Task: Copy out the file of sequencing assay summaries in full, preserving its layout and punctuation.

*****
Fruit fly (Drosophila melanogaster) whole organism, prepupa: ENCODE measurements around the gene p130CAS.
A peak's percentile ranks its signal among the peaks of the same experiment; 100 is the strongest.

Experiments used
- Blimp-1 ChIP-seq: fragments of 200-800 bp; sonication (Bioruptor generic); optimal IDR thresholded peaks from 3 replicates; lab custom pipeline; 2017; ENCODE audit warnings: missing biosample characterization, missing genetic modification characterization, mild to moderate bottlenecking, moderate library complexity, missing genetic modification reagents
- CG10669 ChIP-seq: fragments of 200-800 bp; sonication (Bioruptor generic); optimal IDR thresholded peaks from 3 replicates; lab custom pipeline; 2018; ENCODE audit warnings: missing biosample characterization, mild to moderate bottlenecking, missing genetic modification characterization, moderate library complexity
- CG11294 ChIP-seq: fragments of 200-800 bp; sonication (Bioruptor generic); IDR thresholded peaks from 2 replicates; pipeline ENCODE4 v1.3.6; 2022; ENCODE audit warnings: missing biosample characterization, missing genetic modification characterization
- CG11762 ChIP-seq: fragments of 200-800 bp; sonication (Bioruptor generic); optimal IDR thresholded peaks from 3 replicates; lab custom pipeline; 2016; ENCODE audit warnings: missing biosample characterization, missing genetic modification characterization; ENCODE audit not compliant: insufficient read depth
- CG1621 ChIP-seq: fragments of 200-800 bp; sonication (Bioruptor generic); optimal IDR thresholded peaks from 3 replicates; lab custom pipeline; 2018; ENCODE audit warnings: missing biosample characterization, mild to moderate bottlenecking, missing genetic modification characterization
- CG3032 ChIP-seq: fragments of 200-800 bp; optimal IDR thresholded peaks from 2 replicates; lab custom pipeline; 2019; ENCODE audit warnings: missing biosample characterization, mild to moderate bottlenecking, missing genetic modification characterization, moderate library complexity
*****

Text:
Fruit fly (Drosophila melanogaster) whole organism, prepupa: ENCODE measurements around the gene p130CAS.
A peak's percentile ranks its signal among the peaks of the same experiment; 100 is the strongest.

Experiments used
- Blimp-1 ChIP-seq: fragments of 200-800 bp; sonication (Bioruptor generic); optimal IDR thresholded peaks from 3 replicates; lab custom pipeline; 2017; ENCODE audit warnings: missing biosample characterization, missing genetic modification characterization, mild to moderate bottlenecking, moderate library complexity, missing genetic modification reagents
- CG10669 ChIP-seq: fragments of 200-800 bp; sonication (Bioruptor generic); optimal IDR thresholded peaks from 3 replicates; lab custom pipeline; 2018; ENCODE audit warnings: missing biosample characterization, mild to moderate bottlenecking, missing genetic modification characterization, moderate library complexity
- CG11294 ChIP-seq: fragments of 200-800 bp; sonication (Bioruptor generic); IDR thresholded peaks from 2 replicates; pipeline ENCODE4 v1.3.6; 2022; ENCODE audit warnings: missing biosample characterization, missing genetic modification characterization
- CG11762 ChIP-seq: fragments of 200-800 bp; sonication (Bioruptor generic); optimal IDR thresholded peaks from 3 replicates; lab custom pipeline; 2016; ENCODE audit warnings: missing biosample characterization, missing genetic modification characterization; ENCODE audit not compliant: insufficient read depth
- CG1621 ChIP-seq: fragments of 200-800 bp; sonication (Bioruptor generic); optimal IDR thresholded peaks from 3 replicates; lab custom pipeline; 2018; ENCODE audit warnings: missing biosample characterization, mild to moderate bottlenecking, missing genetic modification characterization
- CG3032 ChIP-seq: fragments of 200-800 bp; optimal IDR thresholded peaks from 2 replicates; lab custom pipeline; 2019; ENCODE audit warnings: missing biosample characterization, mild to moderate bottlenecking, missing genetic modification characterization, moderate library complexity